Bengaluru Karnataka plans to tap non-resident Kannadigas to set up start-ups and technology units in the state in its revised start-up policy, mirroring efforts by rival states Telangana and Andhra Pradesh.
The move is also aimed at building a bridge with influential technology and business leaders from the community in the US and West Asia for more investments in the state.
Karnataka is focusing on incubating start-ups that use technology in agriculture, horticulture, housing and transport. For this, it is offering mentorship and critical support in finance, legal and accounting for startups.
“If NRIs, especially non-resident Kannadigas, need to set up offices, we will address that as well. We want to make the whole system open and free flowing,” said Karnataka’s Information Technology Minister Priyank Kharge in a telephonic interview. An updated startup policy will be announced next week.
Telangana has set up an “external affairs ministry” to oversee NRI affairs and named its infotech minister to handle the portfolio.
Several US technology leaders such as Hotmail founder Sabeer Bhatia, billionaire technology evangelist Desh Deshpande, BV Jagadeesh, founder of venture capital firm Kaaj Ventures, and Kumar Malavalli, founder of Brocade Systems, have their base in Bengaluru and Karnataka.
The state already has a non-resident Kannadiga investment promotion cell to facilitate clearance of proposals, accord priority in land allotment and other escort services.
Bengaluru is India’s start-up hub, with nearly a third of new firms being set up in the city. The city’s technology corridor- Sarjapur, Whitefield and Outer Ring Road – also sees nearly one-fifth of all office space consumption in the country, as global firms set up software units to cut costs and tap into the local workforce. The city is estimated to have over 5,000 startups in diverse areas.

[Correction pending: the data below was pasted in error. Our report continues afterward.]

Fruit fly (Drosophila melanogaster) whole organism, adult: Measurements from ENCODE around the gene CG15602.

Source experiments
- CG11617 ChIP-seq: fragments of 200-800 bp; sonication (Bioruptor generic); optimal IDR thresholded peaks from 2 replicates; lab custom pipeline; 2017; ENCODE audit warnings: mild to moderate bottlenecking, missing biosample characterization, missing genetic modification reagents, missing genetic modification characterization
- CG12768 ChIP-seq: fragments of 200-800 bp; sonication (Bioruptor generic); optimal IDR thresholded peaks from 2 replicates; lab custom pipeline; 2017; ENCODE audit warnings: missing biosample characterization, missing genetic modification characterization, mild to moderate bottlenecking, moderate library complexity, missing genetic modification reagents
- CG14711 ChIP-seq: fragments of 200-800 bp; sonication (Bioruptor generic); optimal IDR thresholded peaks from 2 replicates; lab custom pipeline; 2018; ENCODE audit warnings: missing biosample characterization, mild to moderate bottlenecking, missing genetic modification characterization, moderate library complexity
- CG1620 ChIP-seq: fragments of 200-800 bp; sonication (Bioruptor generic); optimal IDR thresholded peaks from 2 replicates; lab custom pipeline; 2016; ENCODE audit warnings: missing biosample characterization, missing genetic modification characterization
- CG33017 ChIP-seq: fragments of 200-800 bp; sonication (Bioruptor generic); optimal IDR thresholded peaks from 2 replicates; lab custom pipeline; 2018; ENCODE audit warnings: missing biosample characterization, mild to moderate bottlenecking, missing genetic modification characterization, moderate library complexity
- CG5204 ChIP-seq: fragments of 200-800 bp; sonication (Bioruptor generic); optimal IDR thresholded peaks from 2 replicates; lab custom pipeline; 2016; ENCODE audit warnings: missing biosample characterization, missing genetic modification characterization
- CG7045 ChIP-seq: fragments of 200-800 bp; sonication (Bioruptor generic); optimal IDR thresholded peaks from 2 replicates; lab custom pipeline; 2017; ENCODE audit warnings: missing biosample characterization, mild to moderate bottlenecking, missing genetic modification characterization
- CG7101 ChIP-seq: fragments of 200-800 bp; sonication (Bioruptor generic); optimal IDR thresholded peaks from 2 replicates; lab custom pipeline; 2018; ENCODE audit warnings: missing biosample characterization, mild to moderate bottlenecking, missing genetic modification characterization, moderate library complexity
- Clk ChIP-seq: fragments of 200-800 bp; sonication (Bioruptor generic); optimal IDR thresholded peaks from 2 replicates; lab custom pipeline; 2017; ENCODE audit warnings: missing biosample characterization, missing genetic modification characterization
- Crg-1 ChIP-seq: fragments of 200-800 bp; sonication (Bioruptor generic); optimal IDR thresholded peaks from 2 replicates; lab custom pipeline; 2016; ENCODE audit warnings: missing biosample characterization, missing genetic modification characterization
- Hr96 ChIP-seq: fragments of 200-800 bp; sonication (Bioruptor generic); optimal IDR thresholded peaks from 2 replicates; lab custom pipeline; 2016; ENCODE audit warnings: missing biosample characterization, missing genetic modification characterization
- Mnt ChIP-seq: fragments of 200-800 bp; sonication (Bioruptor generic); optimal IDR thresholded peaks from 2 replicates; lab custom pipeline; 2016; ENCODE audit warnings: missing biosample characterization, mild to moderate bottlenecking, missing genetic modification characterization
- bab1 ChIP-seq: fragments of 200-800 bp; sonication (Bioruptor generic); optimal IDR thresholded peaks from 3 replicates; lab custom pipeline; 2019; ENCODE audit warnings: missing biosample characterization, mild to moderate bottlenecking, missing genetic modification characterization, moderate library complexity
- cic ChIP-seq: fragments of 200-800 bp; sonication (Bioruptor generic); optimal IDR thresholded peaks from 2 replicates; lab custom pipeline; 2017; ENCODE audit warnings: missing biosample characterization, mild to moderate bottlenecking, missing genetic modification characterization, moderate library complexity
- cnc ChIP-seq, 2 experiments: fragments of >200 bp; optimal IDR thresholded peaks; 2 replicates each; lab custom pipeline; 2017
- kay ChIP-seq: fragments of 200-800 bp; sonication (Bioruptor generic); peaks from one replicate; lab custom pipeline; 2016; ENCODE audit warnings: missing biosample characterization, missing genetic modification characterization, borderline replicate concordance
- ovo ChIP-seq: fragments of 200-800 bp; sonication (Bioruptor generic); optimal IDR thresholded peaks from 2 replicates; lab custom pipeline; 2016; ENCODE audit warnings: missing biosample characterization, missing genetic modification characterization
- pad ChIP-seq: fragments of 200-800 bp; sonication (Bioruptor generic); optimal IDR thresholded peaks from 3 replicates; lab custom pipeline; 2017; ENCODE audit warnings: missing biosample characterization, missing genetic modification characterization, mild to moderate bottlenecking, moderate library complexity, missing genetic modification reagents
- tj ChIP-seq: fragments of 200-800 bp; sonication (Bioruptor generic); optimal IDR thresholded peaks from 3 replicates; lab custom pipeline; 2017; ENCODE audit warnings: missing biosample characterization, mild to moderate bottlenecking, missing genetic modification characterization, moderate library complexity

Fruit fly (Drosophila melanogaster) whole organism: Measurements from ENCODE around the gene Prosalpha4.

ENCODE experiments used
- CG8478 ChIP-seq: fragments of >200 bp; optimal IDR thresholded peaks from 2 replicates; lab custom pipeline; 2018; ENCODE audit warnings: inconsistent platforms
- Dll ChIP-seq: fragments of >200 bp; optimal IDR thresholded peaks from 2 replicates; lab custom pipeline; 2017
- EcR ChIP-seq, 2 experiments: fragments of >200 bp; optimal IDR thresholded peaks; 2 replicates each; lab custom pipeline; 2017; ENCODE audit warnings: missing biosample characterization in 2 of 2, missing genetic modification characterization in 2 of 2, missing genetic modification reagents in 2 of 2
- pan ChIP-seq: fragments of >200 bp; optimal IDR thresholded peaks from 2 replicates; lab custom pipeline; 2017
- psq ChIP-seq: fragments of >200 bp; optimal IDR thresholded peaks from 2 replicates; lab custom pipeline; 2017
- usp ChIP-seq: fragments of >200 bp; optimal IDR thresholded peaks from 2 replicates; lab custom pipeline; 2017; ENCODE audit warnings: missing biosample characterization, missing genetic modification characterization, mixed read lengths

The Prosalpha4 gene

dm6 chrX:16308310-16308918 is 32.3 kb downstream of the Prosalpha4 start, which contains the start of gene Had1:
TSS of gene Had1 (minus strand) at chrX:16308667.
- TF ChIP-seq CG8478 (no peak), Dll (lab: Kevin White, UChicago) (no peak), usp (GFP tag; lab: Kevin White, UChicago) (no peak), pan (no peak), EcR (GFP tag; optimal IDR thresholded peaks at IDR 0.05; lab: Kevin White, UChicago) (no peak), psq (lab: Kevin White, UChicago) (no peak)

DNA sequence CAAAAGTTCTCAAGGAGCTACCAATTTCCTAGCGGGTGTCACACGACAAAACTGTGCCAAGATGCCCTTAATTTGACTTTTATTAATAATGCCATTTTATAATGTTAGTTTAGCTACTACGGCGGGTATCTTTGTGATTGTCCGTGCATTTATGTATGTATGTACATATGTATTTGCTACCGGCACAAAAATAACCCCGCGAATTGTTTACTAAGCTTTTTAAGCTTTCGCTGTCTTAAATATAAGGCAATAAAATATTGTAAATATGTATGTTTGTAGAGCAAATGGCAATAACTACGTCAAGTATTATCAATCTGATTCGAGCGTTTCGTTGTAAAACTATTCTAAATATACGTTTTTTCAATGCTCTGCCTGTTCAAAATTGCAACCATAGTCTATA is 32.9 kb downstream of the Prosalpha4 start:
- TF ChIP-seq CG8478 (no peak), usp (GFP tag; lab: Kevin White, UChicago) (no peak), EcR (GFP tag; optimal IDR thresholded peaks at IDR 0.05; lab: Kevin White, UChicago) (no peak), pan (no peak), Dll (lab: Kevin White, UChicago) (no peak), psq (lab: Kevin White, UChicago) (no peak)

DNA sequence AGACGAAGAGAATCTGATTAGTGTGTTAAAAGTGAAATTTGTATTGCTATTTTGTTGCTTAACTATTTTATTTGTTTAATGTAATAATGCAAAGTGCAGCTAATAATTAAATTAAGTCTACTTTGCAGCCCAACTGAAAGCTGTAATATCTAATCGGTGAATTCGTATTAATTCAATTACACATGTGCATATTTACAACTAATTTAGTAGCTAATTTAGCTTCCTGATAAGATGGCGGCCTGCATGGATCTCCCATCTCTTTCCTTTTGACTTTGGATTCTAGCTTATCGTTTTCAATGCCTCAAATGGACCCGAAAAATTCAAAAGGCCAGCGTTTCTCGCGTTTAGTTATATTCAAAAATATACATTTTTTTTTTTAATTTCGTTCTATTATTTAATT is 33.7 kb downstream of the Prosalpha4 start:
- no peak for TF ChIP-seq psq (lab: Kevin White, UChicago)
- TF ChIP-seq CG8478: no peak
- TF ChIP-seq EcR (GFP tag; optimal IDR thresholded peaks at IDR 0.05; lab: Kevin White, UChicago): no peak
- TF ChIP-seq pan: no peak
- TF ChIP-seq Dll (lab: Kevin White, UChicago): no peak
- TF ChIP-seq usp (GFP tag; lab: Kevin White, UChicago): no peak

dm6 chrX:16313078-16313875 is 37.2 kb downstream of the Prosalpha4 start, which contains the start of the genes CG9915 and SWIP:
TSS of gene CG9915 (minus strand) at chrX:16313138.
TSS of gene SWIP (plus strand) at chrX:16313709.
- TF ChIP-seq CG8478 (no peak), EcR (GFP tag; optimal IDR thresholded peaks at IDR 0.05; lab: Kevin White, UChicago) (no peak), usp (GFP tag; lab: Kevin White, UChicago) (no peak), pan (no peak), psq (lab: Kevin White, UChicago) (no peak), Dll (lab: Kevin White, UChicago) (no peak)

Karnataka was the first state in the country to come up with a startup policy last year. “We have taken a lot of feedback from stakeholders, mentors and even start-ups. We realised that certain tweaking needed to be done in policies,” Kharge said. “Nowhere in the Centre’s policy is there a mention of a mentor facility, a financial expert, legal expert and accounting assistance. We will include all that. We will offer startups all that is required for them to scale up,” he added.
The state also plans to set up dedicated funds to promote entrepreneurship. “Start-ups do not register with the government. We want them to register and avail the benefits. We have a lot of funds. These have been conceptualised and raised for various sectors. Be it agriculture, biotechnology, aerospace or even social entrepreneurship, we want people to make use of these by registering,” he said.
The state also proposed to have a Startup Open House’ every month, where the minister along with his team would be available to interact with startups.
“We want the ministry to be more approachable. We want to break all barriers,” Kharge said.